Xavier professor treks to Antartica

Dr. Leon Chartrand scouts out a new site for the Xavier Expeditions program

By Clare McKinley, Staff Writer

On Dec. 26, Xavier professor Dr. Leon Chartrand embarked on a two-week journey visiting the Antarctic to test the waters before students are allowed to attend next year. 

The purpose of his trip was to travel to Antarctica and see how plausible it would be to bring students and faculty as part of the Xavier Expedition program. 

After arriving safely back on campus, Chartrand is one step closer to finalizing plans to take students.

“I (was) exploratory because the goal is, starting next year, for (Antarctica) to be a program for students to take core credits, and those credits will hopefully be absorbed in the spring semester load,” Chartrand said.

The Xavier Expeditions program already offers a unique opportunity for students to fulfill a core requirement in places like Yellowstone, Alaska, Greenland or Namibia and will soon be able to add Antarctica to the list. These programs are not limited to a specific major or program and offer a range of topics applicable to everyone. 

“The plan for Antarctica would be to offer two courses, and those two courses will be opened up to any faculty member who is willing and who can offer a course that is right for students of any major,” Chartrand said. 

Photo courtesy of Dr. Leon Chartrand

Xavier professor Dr. Leon Chartrand recently visited Antarctica to look into adding it as a Xavier 
Expedition trip for faculty and students to visit in the coming years and earn course credits.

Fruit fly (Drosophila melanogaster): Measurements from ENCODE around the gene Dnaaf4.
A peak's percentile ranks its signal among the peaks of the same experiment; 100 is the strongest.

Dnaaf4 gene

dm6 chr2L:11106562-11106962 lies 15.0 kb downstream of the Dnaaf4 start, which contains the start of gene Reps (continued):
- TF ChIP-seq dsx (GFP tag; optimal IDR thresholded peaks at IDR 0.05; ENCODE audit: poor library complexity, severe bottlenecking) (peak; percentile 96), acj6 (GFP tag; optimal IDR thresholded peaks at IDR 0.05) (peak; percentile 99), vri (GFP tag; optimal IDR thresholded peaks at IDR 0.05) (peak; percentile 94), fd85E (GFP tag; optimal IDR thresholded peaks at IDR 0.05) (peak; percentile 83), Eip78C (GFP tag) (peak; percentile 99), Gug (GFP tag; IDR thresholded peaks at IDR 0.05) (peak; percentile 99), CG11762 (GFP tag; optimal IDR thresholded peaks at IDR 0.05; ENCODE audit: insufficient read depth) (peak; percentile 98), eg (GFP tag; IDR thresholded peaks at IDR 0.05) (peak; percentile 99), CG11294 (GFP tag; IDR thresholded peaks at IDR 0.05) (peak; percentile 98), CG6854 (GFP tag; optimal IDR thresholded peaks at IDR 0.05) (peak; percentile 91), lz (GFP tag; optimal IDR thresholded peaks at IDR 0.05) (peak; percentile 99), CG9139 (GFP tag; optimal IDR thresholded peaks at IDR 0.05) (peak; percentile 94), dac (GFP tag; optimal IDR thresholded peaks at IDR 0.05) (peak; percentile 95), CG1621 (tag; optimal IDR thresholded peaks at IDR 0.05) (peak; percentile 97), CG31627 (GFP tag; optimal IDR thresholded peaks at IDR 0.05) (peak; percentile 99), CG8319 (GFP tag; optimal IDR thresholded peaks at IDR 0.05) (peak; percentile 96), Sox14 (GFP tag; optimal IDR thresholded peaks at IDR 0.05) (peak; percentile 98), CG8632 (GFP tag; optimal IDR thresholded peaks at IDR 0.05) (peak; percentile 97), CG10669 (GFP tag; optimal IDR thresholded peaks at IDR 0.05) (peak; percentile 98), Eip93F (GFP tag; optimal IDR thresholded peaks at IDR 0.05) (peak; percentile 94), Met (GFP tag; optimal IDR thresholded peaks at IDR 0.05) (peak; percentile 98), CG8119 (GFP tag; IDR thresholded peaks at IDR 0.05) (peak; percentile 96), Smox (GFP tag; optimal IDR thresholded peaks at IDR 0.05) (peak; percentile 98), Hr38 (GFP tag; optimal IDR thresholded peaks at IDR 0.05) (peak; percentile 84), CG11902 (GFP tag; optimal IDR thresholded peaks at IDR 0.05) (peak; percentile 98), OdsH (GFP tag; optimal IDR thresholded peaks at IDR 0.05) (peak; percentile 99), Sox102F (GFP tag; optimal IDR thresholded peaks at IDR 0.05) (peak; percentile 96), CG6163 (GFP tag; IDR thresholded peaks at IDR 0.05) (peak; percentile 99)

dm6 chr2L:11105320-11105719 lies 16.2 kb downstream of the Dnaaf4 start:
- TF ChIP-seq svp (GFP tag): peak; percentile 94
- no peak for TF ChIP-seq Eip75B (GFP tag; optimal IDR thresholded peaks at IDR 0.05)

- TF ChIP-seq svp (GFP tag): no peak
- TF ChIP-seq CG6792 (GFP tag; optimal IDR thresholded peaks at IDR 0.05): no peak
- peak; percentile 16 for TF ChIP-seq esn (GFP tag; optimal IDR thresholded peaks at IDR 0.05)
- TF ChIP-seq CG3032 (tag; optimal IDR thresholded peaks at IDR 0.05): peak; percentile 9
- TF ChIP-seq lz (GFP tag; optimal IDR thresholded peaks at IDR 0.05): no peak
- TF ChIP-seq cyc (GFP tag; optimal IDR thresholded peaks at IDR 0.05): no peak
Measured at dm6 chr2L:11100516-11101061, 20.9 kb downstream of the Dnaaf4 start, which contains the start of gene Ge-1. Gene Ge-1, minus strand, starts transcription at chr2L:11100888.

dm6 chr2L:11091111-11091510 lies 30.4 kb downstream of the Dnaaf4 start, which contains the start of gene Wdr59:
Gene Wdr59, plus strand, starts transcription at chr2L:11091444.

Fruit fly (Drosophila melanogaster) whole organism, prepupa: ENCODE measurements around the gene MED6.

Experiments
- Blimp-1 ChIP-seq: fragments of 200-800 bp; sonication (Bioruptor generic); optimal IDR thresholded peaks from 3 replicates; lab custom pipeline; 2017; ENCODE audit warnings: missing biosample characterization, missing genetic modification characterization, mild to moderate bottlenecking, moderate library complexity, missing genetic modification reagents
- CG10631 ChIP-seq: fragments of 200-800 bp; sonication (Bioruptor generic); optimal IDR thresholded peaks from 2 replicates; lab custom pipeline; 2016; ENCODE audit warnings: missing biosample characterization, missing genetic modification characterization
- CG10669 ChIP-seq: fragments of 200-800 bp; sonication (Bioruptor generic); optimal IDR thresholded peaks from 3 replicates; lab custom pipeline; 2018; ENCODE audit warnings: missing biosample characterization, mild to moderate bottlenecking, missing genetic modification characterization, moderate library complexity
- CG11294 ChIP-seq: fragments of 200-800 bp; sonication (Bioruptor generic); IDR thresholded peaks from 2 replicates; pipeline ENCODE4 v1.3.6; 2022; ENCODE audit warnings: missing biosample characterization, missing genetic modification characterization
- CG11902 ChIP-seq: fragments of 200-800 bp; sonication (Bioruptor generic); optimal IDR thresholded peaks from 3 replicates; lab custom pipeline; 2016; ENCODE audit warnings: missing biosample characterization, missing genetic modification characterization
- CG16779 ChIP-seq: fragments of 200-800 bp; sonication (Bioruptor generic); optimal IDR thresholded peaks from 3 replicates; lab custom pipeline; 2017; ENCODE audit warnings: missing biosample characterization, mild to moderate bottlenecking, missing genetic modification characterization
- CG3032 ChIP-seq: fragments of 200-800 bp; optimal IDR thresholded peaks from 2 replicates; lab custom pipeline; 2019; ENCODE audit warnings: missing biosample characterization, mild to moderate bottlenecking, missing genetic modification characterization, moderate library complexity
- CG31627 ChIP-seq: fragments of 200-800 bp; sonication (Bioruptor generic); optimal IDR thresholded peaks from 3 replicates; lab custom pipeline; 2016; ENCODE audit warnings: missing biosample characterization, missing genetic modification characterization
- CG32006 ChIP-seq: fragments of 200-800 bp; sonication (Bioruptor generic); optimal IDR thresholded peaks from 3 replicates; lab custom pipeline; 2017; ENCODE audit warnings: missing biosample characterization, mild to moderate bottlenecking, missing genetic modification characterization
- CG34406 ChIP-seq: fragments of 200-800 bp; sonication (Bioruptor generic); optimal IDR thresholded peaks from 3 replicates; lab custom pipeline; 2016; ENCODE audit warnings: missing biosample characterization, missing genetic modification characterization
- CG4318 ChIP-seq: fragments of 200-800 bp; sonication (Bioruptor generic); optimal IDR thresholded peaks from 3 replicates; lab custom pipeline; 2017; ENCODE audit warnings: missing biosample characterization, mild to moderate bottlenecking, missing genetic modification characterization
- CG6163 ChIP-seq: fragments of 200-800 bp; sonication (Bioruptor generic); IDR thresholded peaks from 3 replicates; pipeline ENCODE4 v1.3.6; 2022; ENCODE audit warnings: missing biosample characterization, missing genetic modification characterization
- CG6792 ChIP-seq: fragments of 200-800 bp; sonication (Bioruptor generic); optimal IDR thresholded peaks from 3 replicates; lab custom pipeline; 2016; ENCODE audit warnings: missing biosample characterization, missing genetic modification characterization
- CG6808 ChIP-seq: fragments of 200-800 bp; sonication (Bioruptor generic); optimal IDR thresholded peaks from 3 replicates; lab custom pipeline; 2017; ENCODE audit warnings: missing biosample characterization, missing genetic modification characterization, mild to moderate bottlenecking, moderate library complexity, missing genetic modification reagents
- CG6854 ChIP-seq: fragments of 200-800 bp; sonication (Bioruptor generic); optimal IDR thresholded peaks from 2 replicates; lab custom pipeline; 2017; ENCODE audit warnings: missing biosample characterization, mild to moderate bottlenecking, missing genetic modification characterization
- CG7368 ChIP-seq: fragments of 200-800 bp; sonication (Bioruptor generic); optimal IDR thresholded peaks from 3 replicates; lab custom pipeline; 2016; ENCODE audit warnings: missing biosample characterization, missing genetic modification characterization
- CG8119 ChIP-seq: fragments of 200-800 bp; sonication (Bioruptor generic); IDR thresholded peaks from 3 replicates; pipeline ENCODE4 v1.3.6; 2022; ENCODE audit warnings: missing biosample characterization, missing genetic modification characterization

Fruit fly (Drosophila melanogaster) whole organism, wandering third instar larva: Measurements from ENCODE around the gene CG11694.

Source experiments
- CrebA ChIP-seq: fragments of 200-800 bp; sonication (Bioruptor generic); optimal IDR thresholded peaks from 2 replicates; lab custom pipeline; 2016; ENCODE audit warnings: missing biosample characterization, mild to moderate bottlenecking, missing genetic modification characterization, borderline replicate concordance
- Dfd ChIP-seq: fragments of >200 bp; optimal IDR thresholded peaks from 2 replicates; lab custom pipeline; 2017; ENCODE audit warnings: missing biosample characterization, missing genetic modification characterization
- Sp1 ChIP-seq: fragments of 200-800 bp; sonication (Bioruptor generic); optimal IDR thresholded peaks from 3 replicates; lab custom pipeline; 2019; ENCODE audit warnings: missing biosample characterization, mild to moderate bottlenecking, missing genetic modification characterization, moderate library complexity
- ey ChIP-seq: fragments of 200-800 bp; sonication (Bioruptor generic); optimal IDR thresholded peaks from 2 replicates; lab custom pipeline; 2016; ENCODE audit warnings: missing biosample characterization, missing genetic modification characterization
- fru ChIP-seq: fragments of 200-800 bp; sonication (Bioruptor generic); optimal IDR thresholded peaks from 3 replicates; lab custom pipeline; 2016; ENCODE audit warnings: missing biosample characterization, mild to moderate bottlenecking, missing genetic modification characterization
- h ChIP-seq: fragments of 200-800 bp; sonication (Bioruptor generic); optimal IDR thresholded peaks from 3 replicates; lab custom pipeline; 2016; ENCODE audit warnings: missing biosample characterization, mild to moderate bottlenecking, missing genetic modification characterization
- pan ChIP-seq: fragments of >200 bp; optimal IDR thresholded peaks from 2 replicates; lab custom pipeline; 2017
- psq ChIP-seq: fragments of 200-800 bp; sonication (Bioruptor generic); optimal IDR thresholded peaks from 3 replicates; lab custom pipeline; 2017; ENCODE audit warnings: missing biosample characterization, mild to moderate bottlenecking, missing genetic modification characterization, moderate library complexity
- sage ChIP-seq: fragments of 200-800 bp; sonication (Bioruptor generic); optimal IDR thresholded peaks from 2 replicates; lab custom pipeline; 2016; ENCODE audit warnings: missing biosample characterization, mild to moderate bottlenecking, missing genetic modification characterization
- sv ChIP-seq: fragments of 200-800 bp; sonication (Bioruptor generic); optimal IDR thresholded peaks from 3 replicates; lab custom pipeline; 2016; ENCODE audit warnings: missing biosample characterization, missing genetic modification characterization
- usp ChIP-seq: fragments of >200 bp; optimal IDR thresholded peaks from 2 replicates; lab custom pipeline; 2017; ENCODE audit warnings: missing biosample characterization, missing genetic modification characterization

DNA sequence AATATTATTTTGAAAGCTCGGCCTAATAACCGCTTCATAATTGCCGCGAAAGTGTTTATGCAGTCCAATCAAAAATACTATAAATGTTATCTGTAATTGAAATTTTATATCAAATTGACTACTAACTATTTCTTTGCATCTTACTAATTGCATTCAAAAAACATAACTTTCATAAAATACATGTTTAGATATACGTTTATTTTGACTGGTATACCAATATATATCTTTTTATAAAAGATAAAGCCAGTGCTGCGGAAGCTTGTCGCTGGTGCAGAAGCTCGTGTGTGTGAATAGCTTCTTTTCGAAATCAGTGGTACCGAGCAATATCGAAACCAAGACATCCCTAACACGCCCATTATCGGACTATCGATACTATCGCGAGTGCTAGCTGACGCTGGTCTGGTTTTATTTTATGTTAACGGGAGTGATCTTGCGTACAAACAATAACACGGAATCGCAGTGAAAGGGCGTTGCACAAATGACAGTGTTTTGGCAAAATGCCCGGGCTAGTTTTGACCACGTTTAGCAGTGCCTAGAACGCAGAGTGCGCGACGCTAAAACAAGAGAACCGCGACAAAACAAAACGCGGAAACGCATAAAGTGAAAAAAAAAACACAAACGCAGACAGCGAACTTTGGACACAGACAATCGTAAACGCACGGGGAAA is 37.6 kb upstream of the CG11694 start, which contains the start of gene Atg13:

“(Students) would have the experience of Antarctica, they would have lessons, lectures and activities while on the ship. Where they learn about not just penguins and whales and stuff like that, but they also learn about geology and ice and climate change and so forth,” he added.  

In addition to learning about prevalent issues in an experiential way, students will have the opportunity to spend meaningful time in the wilderness and trod in different places around the continent. 

“Most universities have abroad programs, and they go to a lot of really great destinations. But, we go to these places because they’re hard to get to for a reason. Because when you go to these places, you cannot help but be changed,” Chartrand said.  

Photo courtesy of Dr. Leon Chartrand

Dr. Leon Chartrand is the director of the Xavier Expeditions program, which offers trips to students to travel around the world for credit.

Antarctica is one of the most dangerous destinations in the world. 

In order to get there, Chartrand had to make his way to the southern tip of South America. 

He then boarded a boat about roughly 90 feet long that fit 85 people. He was the only person from Xavier on board. 

“I actually started doing this because you get to know these people on the ship. Ninety feet is not a very big ship” he remarked. 

“It’s not beautiful inside. There’s wood paneling everywhere, lots of windows and there’s one deck above. So it’s not a cruise ship… This is a get-your-feet-wet, polar plunges in the Arctic kind of thing,” Chartrand continued.

He traveled in the boat for about a day or two through the Beagle Channel until he began crossing the Drake Passage.

The Drake Passage is known as a turbulent body of water, but if prepared for properly, it can be manageable. After making it through the Drake Passage, he arrived in Antarctica. 

“It’s an amazing experience because you’re going across the passage, and you know you’re kind of home free because you start seeing those white cap mountains of the Shetlands in the distance and the horizon,” Chartrand said. 

Upon arrival, he witnessed thousands of penguins and seals waddling and flopping about on the ice, as well as whales leaping out of the freezing water. 

Chartrand  has been running these expeditions for many years now but says what inspires him most is not the impressive landscapes –– it’s the students. While he loves seeing all those things for himself, he also loves bringing others along to witness them for the first time, and that’s what he plans to do in Antarctica. 

“Seeing the students and watching their excitement, you know all that? That’s my mission, to put people in places that they can’t help but be changed in some way,” Chartrand said.

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